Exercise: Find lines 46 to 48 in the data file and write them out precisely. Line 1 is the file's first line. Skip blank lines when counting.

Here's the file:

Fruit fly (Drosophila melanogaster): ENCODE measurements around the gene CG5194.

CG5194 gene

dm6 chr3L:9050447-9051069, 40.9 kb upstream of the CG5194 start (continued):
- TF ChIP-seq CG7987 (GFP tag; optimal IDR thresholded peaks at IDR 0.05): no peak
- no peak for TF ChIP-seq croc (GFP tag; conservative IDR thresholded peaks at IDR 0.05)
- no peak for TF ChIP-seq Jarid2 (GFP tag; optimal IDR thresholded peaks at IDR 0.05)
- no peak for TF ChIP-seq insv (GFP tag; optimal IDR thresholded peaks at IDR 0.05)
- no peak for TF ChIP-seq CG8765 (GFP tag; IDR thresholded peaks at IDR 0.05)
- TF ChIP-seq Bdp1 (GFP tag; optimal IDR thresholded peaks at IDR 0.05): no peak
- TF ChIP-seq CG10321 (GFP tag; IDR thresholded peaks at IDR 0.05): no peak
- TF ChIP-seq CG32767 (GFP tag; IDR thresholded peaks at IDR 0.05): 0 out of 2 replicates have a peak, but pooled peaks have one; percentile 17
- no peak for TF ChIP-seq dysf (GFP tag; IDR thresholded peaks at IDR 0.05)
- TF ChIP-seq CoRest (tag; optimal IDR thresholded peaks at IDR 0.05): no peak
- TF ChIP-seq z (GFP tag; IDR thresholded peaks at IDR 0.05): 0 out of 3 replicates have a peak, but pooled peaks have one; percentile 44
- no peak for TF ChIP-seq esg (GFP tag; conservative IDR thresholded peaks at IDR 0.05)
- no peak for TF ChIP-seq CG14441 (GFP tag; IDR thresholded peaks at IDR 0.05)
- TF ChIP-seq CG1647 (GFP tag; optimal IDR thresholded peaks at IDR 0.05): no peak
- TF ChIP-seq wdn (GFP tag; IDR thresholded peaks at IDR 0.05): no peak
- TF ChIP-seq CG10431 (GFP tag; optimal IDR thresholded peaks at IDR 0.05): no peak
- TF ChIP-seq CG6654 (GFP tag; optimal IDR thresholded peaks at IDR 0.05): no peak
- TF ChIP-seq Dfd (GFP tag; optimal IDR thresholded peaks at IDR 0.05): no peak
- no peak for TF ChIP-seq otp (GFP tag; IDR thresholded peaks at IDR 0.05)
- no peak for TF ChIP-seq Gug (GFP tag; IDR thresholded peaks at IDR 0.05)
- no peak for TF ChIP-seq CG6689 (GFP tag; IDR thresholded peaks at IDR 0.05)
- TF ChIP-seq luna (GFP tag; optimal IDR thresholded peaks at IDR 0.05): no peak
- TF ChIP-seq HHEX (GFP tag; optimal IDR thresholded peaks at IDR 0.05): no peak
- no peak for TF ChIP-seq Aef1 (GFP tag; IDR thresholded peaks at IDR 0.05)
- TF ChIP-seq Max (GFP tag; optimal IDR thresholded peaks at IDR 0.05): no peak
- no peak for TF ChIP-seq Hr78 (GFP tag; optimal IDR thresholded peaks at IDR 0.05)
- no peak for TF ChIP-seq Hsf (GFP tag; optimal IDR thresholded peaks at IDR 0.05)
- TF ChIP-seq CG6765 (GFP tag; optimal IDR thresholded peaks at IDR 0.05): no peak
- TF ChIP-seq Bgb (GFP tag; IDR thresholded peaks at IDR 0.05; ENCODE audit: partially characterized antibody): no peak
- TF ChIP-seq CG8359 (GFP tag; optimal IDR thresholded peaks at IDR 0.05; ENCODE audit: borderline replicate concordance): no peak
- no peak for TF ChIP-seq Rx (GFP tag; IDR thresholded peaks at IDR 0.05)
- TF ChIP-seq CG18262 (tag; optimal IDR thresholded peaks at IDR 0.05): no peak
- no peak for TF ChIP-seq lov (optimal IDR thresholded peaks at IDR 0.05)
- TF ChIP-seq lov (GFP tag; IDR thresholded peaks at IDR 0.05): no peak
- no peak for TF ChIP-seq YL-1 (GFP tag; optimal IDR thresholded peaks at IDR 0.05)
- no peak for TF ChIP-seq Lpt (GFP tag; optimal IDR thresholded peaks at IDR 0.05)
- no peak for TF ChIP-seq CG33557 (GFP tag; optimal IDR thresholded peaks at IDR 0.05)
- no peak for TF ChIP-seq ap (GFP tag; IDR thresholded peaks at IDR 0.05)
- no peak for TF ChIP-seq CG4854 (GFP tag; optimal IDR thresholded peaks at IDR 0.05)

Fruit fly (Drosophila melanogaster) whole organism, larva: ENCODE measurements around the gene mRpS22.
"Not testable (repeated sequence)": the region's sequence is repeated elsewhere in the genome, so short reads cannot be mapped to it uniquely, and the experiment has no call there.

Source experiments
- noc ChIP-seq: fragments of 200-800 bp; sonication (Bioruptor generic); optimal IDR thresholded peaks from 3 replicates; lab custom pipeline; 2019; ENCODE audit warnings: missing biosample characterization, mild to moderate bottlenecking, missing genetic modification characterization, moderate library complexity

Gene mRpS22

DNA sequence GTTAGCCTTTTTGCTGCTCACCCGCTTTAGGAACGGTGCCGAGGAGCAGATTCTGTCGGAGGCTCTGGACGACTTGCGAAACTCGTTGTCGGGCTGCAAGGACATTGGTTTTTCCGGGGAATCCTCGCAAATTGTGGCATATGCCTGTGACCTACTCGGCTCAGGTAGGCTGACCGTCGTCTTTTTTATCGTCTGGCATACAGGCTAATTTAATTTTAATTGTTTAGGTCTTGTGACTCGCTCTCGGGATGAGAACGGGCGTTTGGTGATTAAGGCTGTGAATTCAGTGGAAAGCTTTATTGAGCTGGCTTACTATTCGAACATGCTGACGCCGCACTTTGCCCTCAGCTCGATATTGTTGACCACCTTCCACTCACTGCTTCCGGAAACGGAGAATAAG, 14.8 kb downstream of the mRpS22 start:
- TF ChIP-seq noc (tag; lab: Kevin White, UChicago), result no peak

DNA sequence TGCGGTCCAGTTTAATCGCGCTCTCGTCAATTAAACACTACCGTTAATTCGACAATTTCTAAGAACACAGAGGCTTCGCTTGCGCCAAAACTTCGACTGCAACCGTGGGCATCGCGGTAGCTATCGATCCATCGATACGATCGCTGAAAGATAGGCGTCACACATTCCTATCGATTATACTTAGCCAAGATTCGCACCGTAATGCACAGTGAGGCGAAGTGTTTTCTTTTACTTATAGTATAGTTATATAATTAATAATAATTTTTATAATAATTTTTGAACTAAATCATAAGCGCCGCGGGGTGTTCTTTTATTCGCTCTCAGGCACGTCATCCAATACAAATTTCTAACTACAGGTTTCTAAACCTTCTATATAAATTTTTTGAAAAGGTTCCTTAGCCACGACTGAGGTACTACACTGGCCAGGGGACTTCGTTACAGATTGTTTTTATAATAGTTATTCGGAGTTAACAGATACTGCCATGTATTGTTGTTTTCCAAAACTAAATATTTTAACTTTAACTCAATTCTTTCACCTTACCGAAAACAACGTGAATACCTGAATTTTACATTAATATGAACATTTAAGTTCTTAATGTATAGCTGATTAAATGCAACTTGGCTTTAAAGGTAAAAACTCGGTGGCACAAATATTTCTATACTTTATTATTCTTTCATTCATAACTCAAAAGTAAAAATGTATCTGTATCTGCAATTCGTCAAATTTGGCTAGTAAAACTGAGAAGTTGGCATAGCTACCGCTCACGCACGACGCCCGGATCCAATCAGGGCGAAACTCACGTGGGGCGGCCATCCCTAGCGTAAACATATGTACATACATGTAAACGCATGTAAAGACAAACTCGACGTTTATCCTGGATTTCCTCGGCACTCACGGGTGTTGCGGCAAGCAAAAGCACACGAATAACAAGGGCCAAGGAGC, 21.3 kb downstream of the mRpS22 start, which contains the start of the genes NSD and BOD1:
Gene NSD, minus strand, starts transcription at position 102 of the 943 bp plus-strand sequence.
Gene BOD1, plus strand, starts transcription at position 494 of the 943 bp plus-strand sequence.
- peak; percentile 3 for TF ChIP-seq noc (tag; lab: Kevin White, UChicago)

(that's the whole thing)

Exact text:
- noc ChIP-seq: fragments of 200-800 bp; sonication (Bioruptor generic); optimal IDR thresholded peaks from 3 replicates; lab custom pipeline; 2019; ENCODE audit warnings: missing biosample characterization, mild to moderate bottlenecking, missing genetic modification characterization, moderate library complexity

Gene mRpS22

DNA sequence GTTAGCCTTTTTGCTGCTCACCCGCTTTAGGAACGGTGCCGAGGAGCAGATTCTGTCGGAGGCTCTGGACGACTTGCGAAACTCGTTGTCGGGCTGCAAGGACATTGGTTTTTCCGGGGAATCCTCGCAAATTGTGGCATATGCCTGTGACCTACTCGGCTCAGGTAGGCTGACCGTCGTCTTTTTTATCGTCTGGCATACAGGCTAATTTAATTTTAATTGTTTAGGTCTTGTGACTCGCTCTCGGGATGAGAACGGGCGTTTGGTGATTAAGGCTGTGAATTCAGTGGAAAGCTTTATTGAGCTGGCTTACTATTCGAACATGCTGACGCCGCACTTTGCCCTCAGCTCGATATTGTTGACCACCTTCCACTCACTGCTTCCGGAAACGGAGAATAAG, 14.8 kb downstream of the mRpS22 start: